The Safety Sandwich – Setting Boundaries

setting boundaries relationship learning to set boundaries communication personal growth healthy communication assertive assertiveness

Learning to set boundaries is tough

It is common to worry that setting boundaries will cause a relationship to suffer and hurt the feelings of the other person. Knowing the purpose of asserting your limits is essential: setting boundaries brings clarity and safety to relationships.

While boundary setting can be uncomfortable and sometimes incite conflicts, it can help your relationships grow and will help you stand up for what matters to you. Nothing kills a relationship like resentment; without boundaries, resentment thrives like a weed. What brings couples closer together is the ability of each person to take responsibility for his or her own feelings, thoughts, and behaviors. The Safety Sandwich is a great tool for setting boundaries.

 

Safety Sandwiches

If you can “sandwich” your boundary between two positive safety statements, you can provide an assurance of connection while articulating your needs. You need to make it clear that this boundary is important to you as well as the person with whom you are setting boundaries. Think of the safety statements as the 2 slices of bread, and the boundary as the filling or the meat of the issue. Here are a few examples to get started:

 

Feelings:

“I love sharing what’s going on with you…” (safety statement)

“…but I really need to process this by myself right now…” (boundary)

“…thank you for being there for me.” (safety statement)

 

Thoughts:

“That’s a really good point…” (safety statement)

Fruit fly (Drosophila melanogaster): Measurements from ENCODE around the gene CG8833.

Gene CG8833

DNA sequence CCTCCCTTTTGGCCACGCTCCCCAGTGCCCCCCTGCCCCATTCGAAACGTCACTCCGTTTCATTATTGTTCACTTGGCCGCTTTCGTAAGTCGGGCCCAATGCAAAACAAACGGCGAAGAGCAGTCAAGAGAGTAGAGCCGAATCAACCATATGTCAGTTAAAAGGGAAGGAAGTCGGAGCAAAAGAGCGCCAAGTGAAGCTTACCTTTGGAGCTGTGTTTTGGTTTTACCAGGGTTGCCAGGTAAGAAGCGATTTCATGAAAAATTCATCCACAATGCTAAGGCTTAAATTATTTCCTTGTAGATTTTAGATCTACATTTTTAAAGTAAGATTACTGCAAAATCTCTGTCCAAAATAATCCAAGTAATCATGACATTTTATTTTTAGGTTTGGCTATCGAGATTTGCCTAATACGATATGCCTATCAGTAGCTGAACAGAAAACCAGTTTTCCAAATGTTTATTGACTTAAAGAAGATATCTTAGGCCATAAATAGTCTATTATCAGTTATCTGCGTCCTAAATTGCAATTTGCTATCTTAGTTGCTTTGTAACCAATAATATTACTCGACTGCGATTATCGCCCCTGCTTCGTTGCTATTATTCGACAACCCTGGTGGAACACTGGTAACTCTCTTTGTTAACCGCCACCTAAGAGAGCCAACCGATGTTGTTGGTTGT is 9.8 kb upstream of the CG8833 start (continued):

“…but I have different views on the topic…” (boundary)

“…thank you for sharing with me and giving me another perspective.” (safety statement)

 

Behaviors:

“I really love talking on the phone with you…” (safety statement)

“…but I’m not able to talk every day…” (boundary)

“…maybe we can set up a time every Wednesday to talk instead.” (safety statement)

 

While you cannot control the reaction of another person, your efforts to maintain connection while protecting your needs are your responsibility.  If their response is inflammatory, try to hear where the pain is coming from. Perhaps they need a little more assurance that the relationship and your connection are okay. Otherwise, they may need their own time and space to process. It is a great idea to process both successful and unsuccessful attempts at boundaries with your therapist.

 

About Sarah O'Leary

Currently enrolled in the master's program for marriage and family therapy at USD, I am captivated most by the importance of relationships and emotions and their impact on our everyday lives. Both relationships and our emotions help shape who we are as a person. "Relationship" doesn't just mean partner, but rather connections of all kinds. This means everything from strangers, to friends, to partners, and most importantly, the relationship you have with yourself. Emotions are what underlies our thoughts and behaviors, they are the key to understanding ourselves.